Football Parade Organizers Rebuff Army's Censorship Request

A parade float took a jab then-Prime Minister Yingluck Shinawatra, who is nicknamed 'Red Crab' by the Thai press, at the annual  Chulalongkorn - Thammasat football match on 25 Feb 2012.

BANGKOK — Organizers of Thammasat University's annual football parade have snubbed the Thai army's request to cancel the parade because of its political nature.

Per tradition, Thammasat University students kick off their annual football match against Chulalongkorn University with a parade featuring commentary on contemporary politics.

Activists unfurl a banner calling for the release of Somyot Prueksakasemsuk, a magazine editor jailed for allegedly insulting the Thai monarchy, during the Chulalongkorn – Thammasat annual football match on 2 Feb 2013. 

According to a report on Isra News, the Second Cavalry Division “requested” that Thammasat cancel this year’s parade, scheduled for 7 February.

Weerachai Pongkaew, a spokesperson of the unit, told Isra that the order was sent in accordance with the junta’s policy to ask all sides for “cooperation” in keeping politics out of the public eye.

"We have dispatched senior [officers] to talk with the organizers," Col. Weerachai told Isra

Since staging the coup against the elected government on 22 May 2014, the military junta has outlawed public protests and political activities of any kind. The junta has canceled a number of academic seminars on political issues, including a forum on press freedom last month.

A parade float from the 2012 Chulalongkorn – Thammasat annual football match that took a jab at then-Prime Minister Yingluck Shinawatra, who Thai press call the 'Red Crab.'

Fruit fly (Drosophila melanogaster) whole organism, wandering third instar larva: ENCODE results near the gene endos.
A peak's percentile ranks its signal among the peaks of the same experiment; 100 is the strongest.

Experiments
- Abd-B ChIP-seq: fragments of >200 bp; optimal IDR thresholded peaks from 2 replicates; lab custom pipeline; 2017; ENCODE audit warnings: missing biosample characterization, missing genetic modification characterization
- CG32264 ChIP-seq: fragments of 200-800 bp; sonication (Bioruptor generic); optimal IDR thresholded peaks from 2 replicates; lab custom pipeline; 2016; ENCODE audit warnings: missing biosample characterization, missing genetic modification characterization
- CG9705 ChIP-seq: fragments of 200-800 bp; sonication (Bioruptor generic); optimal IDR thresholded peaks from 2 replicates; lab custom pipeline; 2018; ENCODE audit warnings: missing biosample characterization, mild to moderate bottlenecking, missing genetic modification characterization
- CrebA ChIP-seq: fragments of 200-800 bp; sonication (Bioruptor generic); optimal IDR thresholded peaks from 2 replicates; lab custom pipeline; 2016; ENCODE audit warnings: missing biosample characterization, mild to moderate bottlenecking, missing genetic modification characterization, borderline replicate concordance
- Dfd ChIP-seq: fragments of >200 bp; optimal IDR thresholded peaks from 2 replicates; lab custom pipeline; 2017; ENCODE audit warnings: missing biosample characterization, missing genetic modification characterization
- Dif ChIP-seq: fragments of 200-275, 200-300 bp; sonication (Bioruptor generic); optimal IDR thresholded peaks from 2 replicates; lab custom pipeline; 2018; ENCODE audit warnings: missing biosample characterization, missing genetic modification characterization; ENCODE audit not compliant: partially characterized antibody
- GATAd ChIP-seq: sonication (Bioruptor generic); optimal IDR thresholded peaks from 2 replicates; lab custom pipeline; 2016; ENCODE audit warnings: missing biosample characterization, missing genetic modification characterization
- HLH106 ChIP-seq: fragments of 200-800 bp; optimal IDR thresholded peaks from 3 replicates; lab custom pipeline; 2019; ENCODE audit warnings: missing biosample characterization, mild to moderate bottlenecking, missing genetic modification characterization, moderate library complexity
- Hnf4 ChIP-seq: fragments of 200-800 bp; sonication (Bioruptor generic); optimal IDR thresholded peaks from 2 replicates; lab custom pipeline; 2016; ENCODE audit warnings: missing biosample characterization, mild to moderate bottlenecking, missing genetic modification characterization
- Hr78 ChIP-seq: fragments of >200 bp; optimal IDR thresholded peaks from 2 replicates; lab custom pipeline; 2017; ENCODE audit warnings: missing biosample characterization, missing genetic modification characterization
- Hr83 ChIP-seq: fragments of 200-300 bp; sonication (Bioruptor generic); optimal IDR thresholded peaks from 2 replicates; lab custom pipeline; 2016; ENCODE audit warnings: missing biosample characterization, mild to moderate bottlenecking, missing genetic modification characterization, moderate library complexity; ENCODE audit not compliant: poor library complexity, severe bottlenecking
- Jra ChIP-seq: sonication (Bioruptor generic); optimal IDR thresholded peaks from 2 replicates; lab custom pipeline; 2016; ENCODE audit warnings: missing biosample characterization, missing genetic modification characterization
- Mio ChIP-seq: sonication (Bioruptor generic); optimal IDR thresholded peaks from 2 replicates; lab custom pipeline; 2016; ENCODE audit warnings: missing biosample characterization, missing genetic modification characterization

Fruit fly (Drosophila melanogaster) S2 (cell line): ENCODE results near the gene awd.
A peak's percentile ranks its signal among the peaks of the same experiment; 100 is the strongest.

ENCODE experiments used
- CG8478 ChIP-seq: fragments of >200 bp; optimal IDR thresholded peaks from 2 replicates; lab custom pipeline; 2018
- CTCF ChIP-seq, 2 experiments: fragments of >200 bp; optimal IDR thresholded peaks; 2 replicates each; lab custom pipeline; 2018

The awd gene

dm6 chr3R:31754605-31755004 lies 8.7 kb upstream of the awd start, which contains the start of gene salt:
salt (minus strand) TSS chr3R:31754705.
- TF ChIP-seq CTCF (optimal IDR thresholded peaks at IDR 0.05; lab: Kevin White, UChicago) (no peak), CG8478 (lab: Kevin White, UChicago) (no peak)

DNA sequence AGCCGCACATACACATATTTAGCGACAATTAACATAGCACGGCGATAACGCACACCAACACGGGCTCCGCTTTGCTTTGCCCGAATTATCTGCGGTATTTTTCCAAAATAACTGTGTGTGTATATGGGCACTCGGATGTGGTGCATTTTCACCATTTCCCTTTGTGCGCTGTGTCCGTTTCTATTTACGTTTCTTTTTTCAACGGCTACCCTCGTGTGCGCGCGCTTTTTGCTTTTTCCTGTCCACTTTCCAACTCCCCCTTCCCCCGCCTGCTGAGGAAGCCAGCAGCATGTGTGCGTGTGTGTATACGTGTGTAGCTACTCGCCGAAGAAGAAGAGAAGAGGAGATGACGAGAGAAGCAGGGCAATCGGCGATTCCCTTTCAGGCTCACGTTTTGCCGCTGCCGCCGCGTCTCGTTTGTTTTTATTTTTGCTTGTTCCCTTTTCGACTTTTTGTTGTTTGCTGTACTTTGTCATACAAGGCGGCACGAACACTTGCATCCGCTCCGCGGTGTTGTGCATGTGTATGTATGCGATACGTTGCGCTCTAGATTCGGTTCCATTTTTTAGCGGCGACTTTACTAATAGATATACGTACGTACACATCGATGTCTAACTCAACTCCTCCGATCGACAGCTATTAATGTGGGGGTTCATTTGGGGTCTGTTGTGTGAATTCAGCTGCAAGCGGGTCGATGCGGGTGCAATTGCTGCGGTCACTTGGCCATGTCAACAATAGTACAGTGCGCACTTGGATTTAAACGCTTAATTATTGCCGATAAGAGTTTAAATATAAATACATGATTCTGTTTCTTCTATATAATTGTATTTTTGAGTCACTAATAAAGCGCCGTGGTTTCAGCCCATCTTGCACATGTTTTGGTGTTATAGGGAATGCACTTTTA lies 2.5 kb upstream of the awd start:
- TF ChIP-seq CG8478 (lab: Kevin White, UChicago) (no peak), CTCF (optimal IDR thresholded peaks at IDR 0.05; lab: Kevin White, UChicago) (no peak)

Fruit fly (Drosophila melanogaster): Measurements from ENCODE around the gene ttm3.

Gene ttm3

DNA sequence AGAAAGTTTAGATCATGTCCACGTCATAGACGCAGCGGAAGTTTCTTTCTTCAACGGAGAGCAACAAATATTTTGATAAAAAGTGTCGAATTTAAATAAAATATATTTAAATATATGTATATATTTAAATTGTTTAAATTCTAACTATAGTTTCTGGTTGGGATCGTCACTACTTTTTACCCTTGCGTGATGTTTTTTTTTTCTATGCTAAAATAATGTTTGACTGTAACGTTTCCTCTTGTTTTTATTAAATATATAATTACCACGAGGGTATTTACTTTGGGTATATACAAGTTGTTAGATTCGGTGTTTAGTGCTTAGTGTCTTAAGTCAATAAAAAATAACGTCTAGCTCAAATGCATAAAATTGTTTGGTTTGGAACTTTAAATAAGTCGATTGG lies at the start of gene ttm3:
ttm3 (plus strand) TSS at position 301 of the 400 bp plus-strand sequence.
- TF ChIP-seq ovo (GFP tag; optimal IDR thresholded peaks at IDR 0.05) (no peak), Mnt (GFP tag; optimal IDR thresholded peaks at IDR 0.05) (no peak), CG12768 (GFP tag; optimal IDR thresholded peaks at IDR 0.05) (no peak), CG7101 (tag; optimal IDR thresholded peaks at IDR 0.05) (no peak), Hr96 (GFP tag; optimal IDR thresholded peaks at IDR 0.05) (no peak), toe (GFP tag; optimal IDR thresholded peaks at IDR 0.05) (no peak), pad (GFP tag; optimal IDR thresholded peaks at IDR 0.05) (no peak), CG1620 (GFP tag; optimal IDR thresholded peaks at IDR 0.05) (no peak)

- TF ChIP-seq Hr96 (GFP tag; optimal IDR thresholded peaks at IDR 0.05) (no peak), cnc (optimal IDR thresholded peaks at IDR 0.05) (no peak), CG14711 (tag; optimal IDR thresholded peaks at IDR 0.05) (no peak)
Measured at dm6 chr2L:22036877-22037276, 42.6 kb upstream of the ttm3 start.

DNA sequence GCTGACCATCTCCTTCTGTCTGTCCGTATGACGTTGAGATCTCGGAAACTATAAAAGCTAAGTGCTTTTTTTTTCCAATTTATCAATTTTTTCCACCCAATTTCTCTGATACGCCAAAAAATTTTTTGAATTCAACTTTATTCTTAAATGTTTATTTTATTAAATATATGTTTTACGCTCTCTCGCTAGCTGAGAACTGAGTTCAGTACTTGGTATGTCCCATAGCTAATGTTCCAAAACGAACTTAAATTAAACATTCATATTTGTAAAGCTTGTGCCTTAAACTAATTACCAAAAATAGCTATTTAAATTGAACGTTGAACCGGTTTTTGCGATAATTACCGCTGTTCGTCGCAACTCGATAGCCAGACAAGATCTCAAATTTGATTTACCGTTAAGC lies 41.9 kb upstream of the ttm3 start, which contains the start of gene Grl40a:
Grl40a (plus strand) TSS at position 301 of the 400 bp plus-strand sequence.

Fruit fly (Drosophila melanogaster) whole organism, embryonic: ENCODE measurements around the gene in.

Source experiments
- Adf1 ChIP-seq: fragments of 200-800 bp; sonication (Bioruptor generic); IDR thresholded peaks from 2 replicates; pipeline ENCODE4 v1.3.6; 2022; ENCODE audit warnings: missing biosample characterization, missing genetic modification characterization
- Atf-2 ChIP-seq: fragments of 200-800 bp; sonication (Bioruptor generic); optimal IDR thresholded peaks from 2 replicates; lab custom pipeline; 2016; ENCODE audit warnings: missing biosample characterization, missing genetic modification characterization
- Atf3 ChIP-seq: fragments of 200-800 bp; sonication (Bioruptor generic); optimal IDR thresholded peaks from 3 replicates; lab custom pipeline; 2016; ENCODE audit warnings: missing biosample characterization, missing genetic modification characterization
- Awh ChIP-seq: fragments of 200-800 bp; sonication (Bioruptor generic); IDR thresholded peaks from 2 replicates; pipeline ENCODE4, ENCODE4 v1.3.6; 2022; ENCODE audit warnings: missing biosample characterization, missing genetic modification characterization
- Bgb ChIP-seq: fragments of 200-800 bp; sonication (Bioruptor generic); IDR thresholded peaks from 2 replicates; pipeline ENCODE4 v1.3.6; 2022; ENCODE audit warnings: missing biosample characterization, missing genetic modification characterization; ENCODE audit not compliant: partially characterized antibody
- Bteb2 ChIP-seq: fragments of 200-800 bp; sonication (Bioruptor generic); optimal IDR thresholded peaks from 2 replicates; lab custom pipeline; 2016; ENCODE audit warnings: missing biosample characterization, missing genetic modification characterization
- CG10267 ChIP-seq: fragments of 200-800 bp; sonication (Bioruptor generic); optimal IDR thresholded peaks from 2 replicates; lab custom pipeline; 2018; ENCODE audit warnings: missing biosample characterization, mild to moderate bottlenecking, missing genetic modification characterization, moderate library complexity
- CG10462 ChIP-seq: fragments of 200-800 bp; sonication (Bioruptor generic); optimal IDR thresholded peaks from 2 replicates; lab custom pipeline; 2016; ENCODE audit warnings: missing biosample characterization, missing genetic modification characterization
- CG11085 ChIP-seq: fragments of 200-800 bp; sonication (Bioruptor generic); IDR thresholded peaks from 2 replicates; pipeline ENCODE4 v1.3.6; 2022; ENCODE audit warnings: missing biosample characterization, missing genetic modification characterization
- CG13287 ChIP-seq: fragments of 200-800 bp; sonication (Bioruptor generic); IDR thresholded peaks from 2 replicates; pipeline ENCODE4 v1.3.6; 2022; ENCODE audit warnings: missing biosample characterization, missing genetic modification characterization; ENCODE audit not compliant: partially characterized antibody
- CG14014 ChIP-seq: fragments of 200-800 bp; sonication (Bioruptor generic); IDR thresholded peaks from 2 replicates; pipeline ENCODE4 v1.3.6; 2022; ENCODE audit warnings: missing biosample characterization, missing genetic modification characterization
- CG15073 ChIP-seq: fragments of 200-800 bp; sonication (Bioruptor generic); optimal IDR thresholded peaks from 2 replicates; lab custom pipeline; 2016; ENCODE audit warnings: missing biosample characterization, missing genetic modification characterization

Prinya Thaewanarumitkul, the deputy dean of Thammasat, told Matichon that he received the military's "request for cooperation," but said the university administration has decided to go ahead with parade as planned.

"The mocking of politics is an activity we hold every year. It is an opportunity for the students to express their opinion," said Prinya. "So we have agreed to let the activity go ahead. However, as for concerns expressed by certain groups, we will consider the details of each activity based on what is appropriate."

Kanathip Kaikaew, the Thammasat student who is organizing card stunts for the event, said he has not personally received any orders from the military, but insisted that the parade and card stunts are friendly activities.

"It adds color to the event and promotes friendship between the two universities," Kanathip said in an interview with Matichon, "The card stunt will proceed as normal. There won't be any self-censorship."

The student in charge of organizing the parade also confirmed to Matichon that the march will proceed as planned.

A parade float that accused the US of "robbing" the Asia-Pacific region with its perceived unfair trade treaties, 2 Feb 2013. 

Maj.Gen. Sansern Kaewkamnerd, a spokesperson of the Thai military government, said he is not aware of the military's request to cancel tomorrow's football parade, but added that the event's organizers should be aware of how their actions may be perceived.

"The activity can be seen in many ways. It is about rights, freedom, and tradition. There's nothing [wrong] with that," Maj.Gen. Sansern said. "However, all contexts have to be considered. The organizers may not think that their activities will damage the country, but some other groups may use them in political ways."

Thammsat University has been regarded as a bastion for progressive movements throughout much of Thailand's political history. However, the university's administration has come under fire in recent years for its perceived collaboration with Thailand’s conservative factions. The current rector, Somkit Lertpaithoon, was recently targeted by Thammasat student activists for his support of the 22 May coup that toppled the elected government, and for joining the junta’s interim parliament. 


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